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Trial record 2 of 631 for:    early insulin

Evaluating the Effectiveness of Early Insulin Therapy in People at Risk for Developing Acute Lung Injury/Acute Respiratory Distress Syndrome

The recruitment status of this study is unknown. The completion date has passed and the status has not been verified in more than two years.
Verified September 2009 by National Heart, Lung, and Blood Institute (NHLBI).
Recruitment status was:  Active, not recruiting
Information provided by:
National Heart, Lung, and Blood Institute (NHLBI) Identifier:
First received: January 18, 2008
Last updated: September 4, 2009
Last verified: September 2009
Acute Lung Injury/Acute Respiratory Distress Syndrome (ALI/ARDS) is a severe lung condition that causes respiratory failure. Symptoms usually develop within 24 to 48 hours of an original injury or illness, and people with ALI/ARDS typically require care in the intensive care unit (ICU). Little is known about how to prevent the onset of ALI/ARDS. The purpose of this study is to examine if early infusions of insulin, known as intensive insulin therapy (IIT), can help prevent ALI/ARDS in hospitalized patients with high levels of blood sugars and severe infections.

Condition Intervention Phase
Respiratory Distress Syndrome, Adult
Drug: Insulin
Phase 2

Study Type: Interventional
Study Design: Allocation: Randomized
Intervention Model: Parallel Assignment
Masking: Open Label
Primary Purpose: Prevention
Official Title: Early Insulin Therapy and Development of Acute Respiratory Distress Syndrome

Resource links provided by NLM:

Further study details as provided by National Heart, Lung, and Blood Institute (NHLBI):

Primary Outcome Measures:
  • Plasma levels of free fatty acids, tumor necrosis factor-α, interleukin-6, and von Willebrand factor antigen [ Time Frame: Measured at Day 7 ]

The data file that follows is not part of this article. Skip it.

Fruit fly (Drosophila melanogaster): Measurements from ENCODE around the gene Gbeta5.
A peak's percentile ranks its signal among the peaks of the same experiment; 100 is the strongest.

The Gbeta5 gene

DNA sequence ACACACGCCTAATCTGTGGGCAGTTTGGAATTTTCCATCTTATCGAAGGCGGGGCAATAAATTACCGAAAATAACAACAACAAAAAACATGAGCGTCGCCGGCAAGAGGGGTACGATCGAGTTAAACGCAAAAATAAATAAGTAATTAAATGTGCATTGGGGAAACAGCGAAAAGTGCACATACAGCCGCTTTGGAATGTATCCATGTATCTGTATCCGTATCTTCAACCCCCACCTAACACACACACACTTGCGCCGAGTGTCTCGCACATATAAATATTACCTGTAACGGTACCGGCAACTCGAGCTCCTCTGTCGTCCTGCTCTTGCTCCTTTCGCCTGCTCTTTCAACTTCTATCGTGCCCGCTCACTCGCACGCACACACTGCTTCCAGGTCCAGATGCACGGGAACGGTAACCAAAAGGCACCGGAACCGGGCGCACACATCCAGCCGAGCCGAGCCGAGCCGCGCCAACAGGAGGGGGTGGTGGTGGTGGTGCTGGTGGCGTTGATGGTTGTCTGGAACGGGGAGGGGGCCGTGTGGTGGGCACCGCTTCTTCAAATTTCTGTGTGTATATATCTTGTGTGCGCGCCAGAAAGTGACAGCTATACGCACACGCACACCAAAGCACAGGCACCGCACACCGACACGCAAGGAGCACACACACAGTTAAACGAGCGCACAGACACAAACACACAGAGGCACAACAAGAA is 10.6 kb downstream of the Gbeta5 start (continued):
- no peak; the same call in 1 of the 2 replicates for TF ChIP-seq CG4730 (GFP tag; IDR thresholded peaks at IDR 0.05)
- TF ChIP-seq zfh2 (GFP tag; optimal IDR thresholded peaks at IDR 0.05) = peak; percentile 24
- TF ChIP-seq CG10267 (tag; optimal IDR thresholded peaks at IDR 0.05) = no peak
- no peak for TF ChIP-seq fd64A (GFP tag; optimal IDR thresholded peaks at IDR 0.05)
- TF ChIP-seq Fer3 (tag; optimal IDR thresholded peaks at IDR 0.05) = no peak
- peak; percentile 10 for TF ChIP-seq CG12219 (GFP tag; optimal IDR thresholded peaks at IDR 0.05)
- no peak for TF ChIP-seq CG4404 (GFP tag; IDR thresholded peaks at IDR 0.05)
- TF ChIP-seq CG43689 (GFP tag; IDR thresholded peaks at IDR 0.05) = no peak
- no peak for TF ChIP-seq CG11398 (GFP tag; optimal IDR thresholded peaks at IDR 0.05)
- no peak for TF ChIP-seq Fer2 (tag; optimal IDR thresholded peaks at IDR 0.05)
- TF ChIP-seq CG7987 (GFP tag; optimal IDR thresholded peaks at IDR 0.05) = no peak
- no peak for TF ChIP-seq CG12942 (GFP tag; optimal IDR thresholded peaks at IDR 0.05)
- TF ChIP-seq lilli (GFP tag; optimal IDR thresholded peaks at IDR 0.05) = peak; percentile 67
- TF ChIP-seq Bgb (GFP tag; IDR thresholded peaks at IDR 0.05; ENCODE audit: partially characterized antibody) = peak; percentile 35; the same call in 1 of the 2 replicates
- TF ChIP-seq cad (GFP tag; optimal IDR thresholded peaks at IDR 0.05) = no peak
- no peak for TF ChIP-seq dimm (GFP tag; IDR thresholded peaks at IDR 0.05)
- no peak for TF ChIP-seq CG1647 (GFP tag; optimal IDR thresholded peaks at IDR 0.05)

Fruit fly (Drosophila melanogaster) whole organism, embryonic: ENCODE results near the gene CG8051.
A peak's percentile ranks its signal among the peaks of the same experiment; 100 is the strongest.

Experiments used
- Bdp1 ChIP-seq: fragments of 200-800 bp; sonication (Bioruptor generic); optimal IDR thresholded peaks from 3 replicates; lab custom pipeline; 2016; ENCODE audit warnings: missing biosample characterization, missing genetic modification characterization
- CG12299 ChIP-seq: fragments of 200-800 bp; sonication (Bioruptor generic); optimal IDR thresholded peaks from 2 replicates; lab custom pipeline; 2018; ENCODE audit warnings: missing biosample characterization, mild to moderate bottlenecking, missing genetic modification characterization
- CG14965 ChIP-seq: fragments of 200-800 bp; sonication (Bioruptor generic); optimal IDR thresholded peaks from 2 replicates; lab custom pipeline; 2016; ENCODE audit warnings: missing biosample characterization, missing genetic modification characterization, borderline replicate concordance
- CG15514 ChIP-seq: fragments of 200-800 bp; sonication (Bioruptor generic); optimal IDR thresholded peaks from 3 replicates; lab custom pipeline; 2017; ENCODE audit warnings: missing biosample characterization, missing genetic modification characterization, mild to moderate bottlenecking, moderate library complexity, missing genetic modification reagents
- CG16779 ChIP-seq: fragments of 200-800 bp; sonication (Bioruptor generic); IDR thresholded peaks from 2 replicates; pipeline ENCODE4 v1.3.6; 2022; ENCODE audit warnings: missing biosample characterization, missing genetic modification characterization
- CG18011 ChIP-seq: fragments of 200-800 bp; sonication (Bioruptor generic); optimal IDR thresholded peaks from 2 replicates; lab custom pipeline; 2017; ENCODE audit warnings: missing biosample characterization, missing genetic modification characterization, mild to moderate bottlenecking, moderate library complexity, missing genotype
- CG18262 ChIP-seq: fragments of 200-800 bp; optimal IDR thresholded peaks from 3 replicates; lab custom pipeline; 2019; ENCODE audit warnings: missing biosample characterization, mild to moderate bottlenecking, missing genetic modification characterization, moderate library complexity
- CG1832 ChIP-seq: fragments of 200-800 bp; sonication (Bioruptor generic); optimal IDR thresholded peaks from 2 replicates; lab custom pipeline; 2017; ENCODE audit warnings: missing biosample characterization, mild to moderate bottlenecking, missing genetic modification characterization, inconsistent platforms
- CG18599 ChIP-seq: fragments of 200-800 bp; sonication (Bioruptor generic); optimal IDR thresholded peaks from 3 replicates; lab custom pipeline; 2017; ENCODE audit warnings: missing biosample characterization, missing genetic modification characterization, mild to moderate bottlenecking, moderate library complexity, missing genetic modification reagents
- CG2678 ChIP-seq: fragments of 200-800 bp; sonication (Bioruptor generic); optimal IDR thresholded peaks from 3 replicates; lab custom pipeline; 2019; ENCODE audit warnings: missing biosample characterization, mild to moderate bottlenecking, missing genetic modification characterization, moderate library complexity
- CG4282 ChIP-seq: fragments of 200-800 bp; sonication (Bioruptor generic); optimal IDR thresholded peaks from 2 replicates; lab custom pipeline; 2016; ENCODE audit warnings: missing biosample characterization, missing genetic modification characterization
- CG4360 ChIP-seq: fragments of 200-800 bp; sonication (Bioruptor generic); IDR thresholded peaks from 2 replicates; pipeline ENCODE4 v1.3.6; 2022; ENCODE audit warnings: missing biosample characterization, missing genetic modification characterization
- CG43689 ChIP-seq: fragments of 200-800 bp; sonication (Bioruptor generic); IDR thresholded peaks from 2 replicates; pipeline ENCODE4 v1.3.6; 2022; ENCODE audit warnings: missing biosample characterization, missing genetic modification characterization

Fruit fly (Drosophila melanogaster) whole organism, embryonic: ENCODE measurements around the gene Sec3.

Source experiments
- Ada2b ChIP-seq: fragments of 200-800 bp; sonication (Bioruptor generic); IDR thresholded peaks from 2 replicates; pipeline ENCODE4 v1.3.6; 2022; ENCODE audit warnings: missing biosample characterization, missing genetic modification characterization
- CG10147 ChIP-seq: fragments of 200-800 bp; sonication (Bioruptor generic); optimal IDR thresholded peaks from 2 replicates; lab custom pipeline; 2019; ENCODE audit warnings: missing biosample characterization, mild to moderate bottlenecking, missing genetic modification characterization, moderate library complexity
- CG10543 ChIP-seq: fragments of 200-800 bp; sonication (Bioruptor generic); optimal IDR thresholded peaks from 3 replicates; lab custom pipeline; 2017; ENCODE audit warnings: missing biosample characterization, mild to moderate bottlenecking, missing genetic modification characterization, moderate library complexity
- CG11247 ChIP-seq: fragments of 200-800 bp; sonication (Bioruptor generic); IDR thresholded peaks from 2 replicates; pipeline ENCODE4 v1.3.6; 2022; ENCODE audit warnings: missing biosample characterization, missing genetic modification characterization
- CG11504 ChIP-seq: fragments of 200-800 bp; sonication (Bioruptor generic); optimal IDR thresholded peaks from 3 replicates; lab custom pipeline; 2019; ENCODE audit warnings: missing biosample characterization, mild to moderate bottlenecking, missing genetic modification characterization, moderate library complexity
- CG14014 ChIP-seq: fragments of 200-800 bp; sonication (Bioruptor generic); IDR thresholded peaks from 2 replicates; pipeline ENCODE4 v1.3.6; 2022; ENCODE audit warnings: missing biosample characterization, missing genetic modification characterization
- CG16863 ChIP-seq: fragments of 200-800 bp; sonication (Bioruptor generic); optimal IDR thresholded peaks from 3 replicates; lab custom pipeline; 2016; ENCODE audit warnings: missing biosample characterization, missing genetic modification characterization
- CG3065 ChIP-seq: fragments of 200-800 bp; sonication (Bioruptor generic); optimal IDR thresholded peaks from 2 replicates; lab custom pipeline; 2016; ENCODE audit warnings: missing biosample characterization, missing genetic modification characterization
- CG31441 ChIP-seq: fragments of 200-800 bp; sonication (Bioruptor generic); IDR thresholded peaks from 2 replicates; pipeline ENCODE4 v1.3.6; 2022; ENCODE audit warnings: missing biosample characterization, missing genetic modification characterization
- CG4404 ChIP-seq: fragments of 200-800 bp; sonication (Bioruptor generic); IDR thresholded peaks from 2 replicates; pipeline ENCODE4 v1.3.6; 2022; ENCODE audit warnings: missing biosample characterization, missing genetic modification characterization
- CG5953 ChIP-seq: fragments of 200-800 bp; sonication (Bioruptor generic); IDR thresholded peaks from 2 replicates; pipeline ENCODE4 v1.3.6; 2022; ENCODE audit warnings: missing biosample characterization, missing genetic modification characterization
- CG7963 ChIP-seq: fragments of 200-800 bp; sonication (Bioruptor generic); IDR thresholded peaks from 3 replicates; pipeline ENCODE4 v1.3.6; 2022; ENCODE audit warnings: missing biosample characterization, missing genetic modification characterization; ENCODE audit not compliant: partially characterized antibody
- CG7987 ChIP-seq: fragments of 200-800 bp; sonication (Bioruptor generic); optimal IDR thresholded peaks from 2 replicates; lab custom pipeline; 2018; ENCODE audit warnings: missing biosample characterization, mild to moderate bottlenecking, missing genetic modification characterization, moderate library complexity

Secondary Outcome Measures:
  • Murray Lung Injury Score [ Time Frame: Measured at Day 7 ]

Estimated Enrollment: 90
Study Start Date: April 2008
Estimated Study Completion Date: September 2012
Estimated Primary Completion Date: September 2012 (Final data collection date for primary outcome measure)
Arms Assigned Interventions
Experimental: 1
Participants will receive IIT within 6-12 hours after presenting to ED.
Drug: Insulin
Participants will receive intravenous insulin to target tight glycemic control (80 to 110 mg/dL) either in the ED or 48 hours after admission to the ICU.
Active Comparator: 2
Participants will receive insulin to target 150-180 mg/dl for 48 hours after ICU admission followed by usual clinical care.
Drug: Insulin
Participants will receive intravenous insulin to target tight glycemic control (80 to 110 mg/dL) either in the ED or 48 hours after admission to the ICU.

Detailed Description:

ALI/ARDS is a life-threatening condition that involves inflammation of the lungs and fluid accumulation in the air sacs, leading to low blood oxygen levels and respiratory failure. Common causes include pneumonia, lung trauma, and sepsis, a condition that can lead to widespread inflammation and blood clotting in response to an infection. Recent studies have shown that insulin, which is regularly used to control blood sugar levels, may prevent or lessen the risk of lung tissue inflammation and/or lung injury related to sepsis. Research has shown that critically ill ICU patients often benefit from receiving IIT, but it is not known if IIT can prevent the onset of ALI/ARDS. Therapies to prevent ALI/ARDS should occur early, preferably even prior to ICU admission, because at least 38% of people with ALI/ARDS are diagnosed with the condition once they reach the ICU. The purpose of this study is to determine whether IIT administered to critically ill patients in the emergency department (ED) is more beneficial at preventing ALI/ARDS than IIT administered to patients 48 hours after ICU admission.